Jets are right to take flight and go big in their pursuit of Aaron Rodgers
It’s been a long stretch marred by butt fumbles and five-win seasons, of draft busts and bumbling head coaches.
It’s not just that the New York Jets have gone a dozen years without reaching the playoffs, it’s that the parade of humiliation the past couple of decades wasn’t just on-field losses, but off-field absurdity. Foot fetish videos. Sexting scandals. Locker room brawls. Mom’s friend.
That's all why it's so significant that the Jets reportedly loaded an army of coaches, team executives and even team owner Woody Johnson on a private plane Tuesday and flew to California for a face-to-face meeting with Green Bay quarterback Aaron Rodgers.
Maybe New York can convince Rodgers to come play with the Jets, kickstarting a trade with the Packers. Maybe they can’t.
If nothing else, the Jets have gone all-in, in every imaginable way, in pursuit of a four-time MVP quarterback they believe can make them an instant contender in the AFC.
An unserious franchise has suddenly become extremely serious.
With a dominant defense, a lot of young talent and a no-nonsense head coach in charge, they aren’t just wishing and hoping that this overdue opportunity to make something happen actually comes together. They are trying to make it happen.
They aren’t just headed West to convince Rodgers that the franchise is worthy of his talent and leadership, or that he can flourish by ending his career in a different shade of green. They are going to make it hard for him to say no to them. If this isn’t to be, it won’t be because they were distracted or incompetent or just didn’t try hard enough.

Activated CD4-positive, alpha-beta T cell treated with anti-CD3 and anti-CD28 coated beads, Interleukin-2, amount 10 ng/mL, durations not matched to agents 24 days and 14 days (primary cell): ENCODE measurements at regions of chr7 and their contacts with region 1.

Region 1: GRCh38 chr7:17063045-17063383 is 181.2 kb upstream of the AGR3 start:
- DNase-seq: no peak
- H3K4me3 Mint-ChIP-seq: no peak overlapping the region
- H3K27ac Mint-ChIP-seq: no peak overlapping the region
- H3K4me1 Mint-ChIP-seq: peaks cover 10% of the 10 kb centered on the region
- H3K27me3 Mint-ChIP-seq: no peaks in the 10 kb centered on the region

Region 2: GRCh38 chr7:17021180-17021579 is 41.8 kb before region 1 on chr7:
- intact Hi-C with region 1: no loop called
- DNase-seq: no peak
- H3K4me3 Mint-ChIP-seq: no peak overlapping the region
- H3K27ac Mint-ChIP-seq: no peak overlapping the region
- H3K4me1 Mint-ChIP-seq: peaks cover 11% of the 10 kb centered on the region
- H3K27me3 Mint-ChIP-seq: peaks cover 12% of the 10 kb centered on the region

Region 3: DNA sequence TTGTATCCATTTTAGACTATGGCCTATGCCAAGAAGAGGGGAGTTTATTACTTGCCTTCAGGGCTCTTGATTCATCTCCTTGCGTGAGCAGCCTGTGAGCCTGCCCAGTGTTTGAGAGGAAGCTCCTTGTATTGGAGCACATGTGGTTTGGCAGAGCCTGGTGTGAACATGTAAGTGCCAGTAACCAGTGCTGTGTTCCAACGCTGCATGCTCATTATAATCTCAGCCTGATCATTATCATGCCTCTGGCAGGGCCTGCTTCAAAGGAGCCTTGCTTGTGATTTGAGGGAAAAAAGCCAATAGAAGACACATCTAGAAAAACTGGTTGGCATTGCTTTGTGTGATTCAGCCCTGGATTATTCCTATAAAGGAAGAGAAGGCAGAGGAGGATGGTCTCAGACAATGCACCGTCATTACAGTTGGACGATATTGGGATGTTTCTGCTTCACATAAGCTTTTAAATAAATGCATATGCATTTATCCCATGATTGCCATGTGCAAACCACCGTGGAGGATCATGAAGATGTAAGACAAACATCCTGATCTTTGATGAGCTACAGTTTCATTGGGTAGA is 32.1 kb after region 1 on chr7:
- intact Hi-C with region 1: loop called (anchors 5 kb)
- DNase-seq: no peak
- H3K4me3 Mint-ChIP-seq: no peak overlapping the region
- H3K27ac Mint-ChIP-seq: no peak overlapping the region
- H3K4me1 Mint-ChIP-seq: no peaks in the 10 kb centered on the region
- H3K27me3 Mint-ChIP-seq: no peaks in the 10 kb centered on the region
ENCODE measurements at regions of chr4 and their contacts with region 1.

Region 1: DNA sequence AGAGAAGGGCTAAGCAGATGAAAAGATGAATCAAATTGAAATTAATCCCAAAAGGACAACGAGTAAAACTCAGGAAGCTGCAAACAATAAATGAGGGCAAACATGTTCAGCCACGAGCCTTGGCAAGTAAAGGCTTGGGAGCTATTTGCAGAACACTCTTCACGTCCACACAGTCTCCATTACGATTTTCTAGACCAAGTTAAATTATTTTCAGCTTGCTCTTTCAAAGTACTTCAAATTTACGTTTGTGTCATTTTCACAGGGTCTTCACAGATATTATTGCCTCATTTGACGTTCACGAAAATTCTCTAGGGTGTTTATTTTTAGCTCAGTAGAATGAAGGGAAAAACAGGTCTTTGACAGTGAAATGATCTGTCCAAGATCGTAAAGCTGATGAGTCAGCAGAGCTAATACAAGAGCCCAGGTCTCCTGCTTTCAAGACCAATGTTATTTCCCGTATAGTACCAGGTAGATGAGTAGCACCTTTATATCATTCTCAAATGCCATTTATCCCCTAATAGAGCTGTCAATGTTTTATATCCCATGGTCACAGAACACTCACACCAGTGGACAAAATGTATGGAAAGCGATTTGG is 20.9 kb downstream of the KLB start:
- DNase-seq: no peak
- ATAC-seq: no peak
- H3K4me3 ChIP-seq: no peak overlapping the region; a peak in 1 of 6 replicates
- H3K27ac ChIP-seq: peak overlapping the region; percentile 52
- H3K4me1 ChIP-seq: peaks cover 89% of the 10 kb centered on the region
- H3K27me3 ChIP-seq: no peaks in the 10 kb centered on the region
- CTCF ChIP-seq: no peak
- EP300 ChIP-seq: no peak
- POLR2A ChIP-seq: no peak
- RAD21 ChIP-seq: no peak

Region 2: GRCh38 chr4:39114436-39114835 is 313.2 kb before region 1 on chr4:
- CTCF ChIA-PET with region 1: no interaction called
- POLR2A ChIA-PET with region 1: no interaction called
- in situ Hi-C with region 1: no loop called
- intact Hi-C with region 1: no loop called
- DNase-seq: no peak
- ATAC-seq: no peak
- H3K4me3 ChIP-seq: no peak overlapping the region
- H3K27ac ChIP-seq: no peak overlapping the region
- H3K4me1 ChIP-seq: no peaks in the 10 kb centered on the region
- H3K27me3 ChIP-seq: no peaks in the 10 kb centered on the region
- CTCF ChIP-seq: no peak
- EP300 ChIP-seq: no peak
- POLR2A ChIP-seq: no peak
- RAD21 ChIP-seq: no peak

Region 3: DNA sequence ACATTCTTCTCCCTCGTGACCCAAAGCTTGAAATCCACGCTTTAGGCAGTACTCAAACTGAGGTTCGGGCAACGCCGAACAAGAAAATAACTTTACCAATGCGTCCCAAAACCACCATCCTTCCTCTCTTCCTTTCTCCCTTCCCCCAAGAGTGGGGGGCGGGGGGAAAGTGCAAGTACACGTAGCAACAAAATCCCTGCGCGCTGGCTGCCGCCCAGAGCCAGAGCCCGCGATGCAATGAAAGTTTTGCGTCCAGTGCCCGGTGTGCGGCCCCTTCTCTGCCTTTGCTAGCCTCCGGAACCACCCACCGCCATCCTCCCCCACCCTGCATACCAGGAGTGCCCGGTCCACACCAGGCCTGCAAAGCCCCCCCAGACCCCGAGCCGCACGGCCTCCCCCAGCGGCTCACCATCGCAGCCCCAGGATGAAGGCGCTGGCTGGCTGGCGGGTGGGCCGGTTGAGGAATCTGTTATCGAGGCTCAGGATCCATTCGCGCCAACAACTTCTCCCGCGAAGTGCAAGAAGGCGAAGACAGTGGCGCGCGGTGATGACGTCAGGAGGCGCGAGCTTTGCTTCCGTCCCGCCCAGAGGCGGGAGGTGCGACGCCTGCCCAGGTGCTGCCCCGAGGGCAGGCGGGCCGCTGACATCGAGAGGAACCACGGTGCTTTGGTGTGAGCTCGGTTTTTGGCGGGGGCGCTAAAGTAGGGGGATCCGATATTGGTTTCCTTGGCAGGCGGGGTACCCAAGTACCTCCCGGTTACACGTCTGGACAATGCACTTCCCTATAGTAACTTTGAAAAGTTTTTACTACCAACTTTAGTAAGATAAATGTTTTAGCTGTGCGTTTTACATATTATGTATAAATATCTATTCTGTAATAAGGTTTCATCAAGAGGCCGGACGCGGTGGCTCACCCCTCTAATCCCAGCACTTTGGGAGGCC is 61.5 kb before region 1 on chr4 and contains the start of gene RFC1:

Landing Rodgers will be costly. Not just because he is owed a reported $58 million next season (perhaps requiring some cost sharing with Green Bay) but because the Packers will demand plenty of compensation via players and/or draft picks.
New York doesn’t seem to mind. It has treaded water for far too long, spent too many seasons as also-rans and bottom-dwellers to worry about being too aggressive.
The Jets won only seven games last season, but there was so much promise.
The defense allowed the fourth-fewest points in the league and landed three stars on the first or second All-Pro teams. That includes Defensive Rookie of the Year Sauce Gardner, who appears to be the second coming of Darrell Revis, back when the Jets actually mattered.
The problem was the offense, despite also having the Offensive Rookie of the Year in wide receiver Garrett Wilson. New York was held back by the erratic play of quarterback Zach Wilson, the No. 2 pick in the 2021 NFL Draft.
Zach Wilson was a classic Jets mistake, fooled by some outrageous pro day throws and senior year game tape against weak competition after the COVID-19 pandemic prevented his BYU team from playing any major conference opponents.
What New York is attempting though is what good franchises do — rectifying a mistake rather than letting it continue to drag them down. Maybe Wilson can rebound and still be something. You don’t risk this roster just hoping it happens next season.
These are the Jets, after all, who are still pining for their next Joe Namath.
Instead they’ve pursued Rodgers and the Packers by every available means. Now it’s the final stretch.
So per ESPN, on Woody Johnson’s plane there was Johnson himself, general manager Joe Douglas, head coach Robert Saleh and offensive coordinator Nathaniel Hackett, who worked with Rodgers in Green Bay during his two most recent MVP seasons.
Rodgers is a wild card, eccentric and unpredictable. He has contemplated his future of late via darkness retreats and podcast discussions. He loves the attention, dragging decisions out even as he says he doesn’t want to drag decisions out. This whole thing, this whole gesture, seemingly speaks to him.
Might as well go big then. Might as well go grand. Might as well show the Jets, of all franchises, are finally serious this time.
About landing Rodgers. About winning games. And maybe more.